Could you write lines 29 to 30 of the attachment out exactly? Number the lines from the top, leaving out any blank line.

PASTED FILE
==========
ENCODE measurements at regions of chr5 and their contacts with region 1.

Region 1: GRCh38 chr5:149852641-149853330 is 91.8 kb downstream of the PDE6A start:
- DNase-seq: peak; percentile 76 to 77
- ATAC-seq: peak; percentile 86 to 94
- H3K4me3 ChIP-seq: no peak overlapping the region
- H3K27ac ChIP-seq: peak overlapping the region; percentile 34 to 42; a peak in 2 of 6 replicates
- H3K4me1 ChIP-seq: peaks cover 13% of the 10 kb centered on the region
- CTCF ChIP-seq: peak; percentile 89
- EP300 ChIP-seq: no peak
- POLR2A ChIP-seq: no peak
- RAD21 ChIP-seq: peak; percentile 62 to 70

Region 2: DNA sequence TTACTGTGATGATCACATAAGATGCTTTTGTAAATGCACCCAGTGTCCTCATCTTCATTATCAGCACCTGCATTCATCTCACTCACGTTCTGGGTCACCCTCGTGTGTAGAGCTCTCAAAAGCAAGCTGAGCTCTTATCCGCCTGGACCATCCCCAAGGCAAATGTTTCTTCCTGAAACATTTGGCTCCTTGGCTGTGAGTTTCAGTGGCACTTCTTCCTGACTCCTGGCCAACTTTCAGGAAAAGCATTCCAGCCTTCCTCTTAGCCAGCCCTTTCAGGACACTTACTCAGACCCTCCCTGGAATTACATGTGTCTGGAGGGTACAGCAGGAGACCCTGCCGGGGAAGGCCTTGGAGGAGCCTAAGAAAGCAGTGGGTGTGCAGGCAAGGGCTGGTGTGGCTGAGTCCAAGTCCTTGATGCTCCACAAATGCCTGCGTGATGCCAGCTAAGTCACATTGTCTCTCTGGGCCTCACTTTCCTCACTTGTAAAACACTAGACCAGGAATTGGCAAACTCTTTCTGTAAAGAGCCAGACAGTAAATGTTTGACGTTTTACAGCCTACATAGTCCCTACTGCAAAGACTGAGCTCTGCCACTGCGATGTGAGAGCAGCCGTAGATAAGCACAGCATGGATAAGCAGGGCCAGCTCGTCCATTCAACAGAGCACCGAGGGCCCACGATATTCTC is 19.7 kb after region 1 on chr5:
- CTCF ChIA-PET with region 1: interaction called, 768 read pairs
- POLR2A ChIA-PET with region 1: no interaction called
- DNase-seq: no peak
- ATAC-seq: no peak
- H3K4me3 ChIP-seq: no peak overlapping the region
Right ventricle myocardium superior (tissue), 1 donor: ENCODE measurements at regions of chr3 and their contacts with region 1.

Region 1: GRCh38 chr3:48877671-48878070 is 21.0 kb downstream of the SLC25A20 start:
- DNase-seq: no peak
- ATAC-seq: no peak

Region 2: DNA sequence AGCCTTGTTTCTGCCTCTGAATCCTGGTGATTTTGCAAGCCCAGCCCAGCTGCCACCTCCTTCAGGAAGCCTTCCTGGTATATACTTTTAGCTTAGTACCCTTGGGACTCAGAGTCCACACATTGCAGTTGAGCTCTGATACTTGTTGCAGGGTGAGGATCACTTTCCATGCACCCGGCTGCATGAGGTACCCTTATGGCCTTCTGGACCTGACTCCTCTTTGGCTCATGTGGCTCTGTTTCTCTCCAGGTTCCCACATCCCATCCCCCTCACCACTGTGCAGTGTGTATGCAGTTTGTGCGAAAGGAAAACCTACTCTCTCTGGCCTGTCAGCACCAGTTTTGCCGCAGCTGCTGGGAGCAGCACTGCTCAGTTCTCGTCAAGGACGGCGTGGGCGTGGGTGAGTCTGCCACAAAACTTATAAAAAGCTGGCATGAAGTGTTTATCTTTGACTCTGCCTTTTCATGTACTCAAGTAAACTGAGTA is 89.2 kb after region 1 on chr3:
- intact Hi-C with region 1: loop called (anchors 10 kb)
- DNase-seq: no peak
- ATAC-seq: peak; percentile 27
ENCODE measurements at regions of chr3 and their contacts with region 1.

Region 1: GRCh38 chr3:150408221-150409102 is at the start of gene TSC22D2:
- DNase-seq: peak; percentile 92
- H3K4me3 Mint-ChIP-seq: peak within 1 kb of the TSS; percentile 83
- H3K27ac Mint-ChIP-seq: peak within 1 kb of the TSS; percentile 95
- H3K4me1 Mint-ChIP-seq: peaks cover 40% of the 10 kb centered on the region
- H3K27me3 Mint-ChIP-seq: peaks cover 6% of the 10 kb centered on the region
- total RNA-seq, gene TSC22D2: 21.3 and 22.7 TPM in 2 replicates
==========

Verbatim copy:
- H3K4me3 Mint-ChIP-seq: peak within 1 kb of the TSS; percentile 83
- H3K27ac Mint-ChIP-seq: peak within 1 kb of the TSS; percentile 95